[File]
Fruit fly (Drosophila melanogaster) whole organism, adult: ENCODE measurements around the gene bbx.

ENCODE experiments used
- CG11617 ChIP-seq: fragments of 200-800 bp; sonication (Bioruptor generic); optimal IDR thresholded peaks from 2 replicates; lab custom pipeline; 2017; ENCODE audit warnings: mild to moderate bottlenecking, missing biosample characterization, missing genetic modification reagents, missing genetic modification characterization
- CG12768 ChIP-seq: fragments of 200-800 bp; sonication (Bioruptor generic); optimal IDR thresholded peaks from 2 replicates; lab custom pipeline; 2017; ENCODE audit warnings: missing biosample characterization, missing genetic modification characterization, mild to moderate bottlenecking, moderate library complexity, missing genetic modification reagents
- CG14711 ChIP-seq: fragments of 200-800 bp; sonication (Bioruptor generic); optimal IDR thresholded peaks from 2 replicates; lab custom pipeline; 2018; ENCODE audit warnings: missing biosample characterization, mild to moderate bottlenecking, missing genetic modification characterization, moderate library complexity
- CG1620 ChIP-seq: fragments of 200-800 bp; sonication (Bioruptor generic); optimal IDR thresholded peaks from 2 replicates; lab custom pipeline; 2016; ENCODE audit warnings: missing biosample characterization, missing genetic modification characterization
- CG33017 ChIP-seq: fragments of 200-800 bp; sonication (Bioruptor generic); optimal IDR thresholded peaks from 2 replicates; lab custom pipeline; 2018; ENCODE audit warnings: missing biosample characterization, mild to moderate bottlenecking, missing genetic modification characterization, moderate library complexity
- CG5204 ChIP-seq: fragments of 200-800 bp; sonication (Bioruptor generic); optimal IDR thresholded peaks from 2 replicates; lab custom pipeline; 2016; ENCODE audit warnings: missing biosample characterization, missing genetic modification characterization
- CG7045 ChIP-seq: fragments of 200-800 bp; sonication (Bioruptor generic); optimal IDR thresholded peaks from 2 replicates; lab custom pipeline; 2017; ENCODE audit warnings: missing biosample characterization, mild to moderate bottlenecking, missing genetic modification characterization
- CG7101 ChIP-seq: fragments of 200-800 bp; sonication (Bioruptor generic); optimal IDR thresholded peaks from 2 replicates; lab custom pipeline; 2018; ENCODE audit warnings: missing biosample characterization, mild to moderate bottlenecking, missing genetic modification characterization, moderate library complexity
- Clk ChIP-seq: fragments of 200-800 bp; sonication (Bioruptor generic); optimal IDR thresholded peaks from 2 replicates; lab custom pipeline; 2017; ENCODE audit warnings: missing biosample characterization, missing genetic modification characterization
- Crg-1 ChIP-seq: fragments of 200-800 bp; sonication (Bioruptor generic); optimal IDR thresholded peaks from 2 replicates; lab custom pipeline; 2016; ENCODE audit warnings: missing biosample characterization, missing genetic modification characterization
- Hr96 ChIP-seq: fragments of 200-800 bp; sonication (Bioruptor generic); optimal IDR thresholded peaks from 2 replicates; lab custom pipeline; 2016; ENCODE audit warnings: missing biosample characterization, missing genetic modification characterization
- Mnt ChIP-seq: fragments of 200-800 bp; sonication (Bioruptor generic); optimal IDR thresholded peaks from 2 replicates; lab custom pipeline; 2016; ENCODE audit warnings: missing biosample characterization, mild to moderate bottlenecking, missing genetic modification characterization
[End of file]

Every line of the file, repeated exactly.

Fruit fly (Drosophila melanogaster) whole organism, adult: ENCODE measurements around the gene bbx.

ENCODE experiments used
- CG11617 ChIP-seq: fragments of 200-800 bp; sonication (Bioruptor generic); optimal IDR thresholded peaks from 2 replicates; lab custom pipeline; 2017; ENCODE audit warnings: mild to moderate bottlenecking, missing biosample characterization, missing genetic modification reagents, missing genetic modification characterization
- CG12768 ChIP-seq: fragments of 200-800 bp; sonication (Bioruptor generic); optimal IDR thresholded peaks from 2 replicates; lab custom pipeline; 2017; ENCODE audit warnings: missing biosample characterization, missing genetic modification characterization, mild to moderate bottlenecking, moderate library complexity, missing genetic modification reagents
- CG14711 ChIP-seq: fragments of 200-800 bp; sonication (Bioruptor generic); optimal IDR thresholded peaks from 2 replicates; lab custom pipeline; 2018; ENCODE audit warnings: missing biosample characterization, mild to moderate bottlenecking, missing genetic modification characterization, moderate library complexity
- CG1620 ChIP-seq: fragments of 200-800 bp; sonication (Bioruptor generic); optimal IDR thresholded peaks from 2 replicates; lab custom pipeline; 2016; ENCODE audit warnings: missing biosample characterization, missing genetic modification characterization
- CG33017 ChIP-seq: fragments of 200-800 bp; sonication (Bioruptor generic); optimal IDR thresholded peaks from 2 replicates; lab custom pipeline; 2018; ENCODE audit warnings: missing biosample characterization, mild to moderate bottlenecking, missing genetic modification characterization, moderate library complexity
- CG5204 ChIP-seq: fragments of 200-800 bp; sonication (Bioruptor generic); optimal IDR thresholded peaks from 2 replicates; lab custom pipeline; 2016; ENCODE audit warnings: missing biosample characterization, missing genetic modification characterization
- CG7045 ChIP-seq: fragments of 200-800 bp; sonication (Bioruptor generic); optimal IDR thresholded peaks from 2 replicates; lab custom pipeline; 2017; ENCODE audit warnings: missing biosample characterization, mild to moderate bottlenecking, missing genetic modification characterization
- CG7101 ChIP-seq: fragments of 200-800 bp; sonication (Bioruptor generic); optimal IDR thresholded peaks from 2 replicates; lab custom pipeline; 2018; ENCODE audit warnings: missing biosample characterization, mild to moderate bottlenecking, missing genetic modification characterization, moderate library complexity
- Clk ChIP-seq: fragments of 200-800 bp; sonication (Bioruptor generic); optimal IDR thresholded peaks from 2 replicates; lab custom pipeline; 2017; ENCODE audit warnings: missing biosample characterization, missing genetic modification characterization
- Crg-1 ChIP-seq: fragments of 200-800 bp; sonication (Bioruptor generic); optimal IDR thresholded peaks from 2 replicates; lab custom pipeline; 2016; ENCODE audit warnings: missing biosample characterization, missing genetic modification characterization
- Hr96 ChIP-seq: fragments of 200-800 bp; sonication (Bioruptor generic); optimal IDR thresholded peaks from 2 replicates; lab custom pipeline; 2016; ENCODE audit warnings: missing biosample characterization, missing genetic modification characterization
- Mnt ChIP-seq: fragments of 200-800 bp; sonication (Bioruptor generic); optimal IDR thresholded peaks from 2 replicates; lab custom pipeline; 2016; ENCODE audit warnings: missing biosample characterization, mild to moderate bottlenecking, missing genetic modification characterization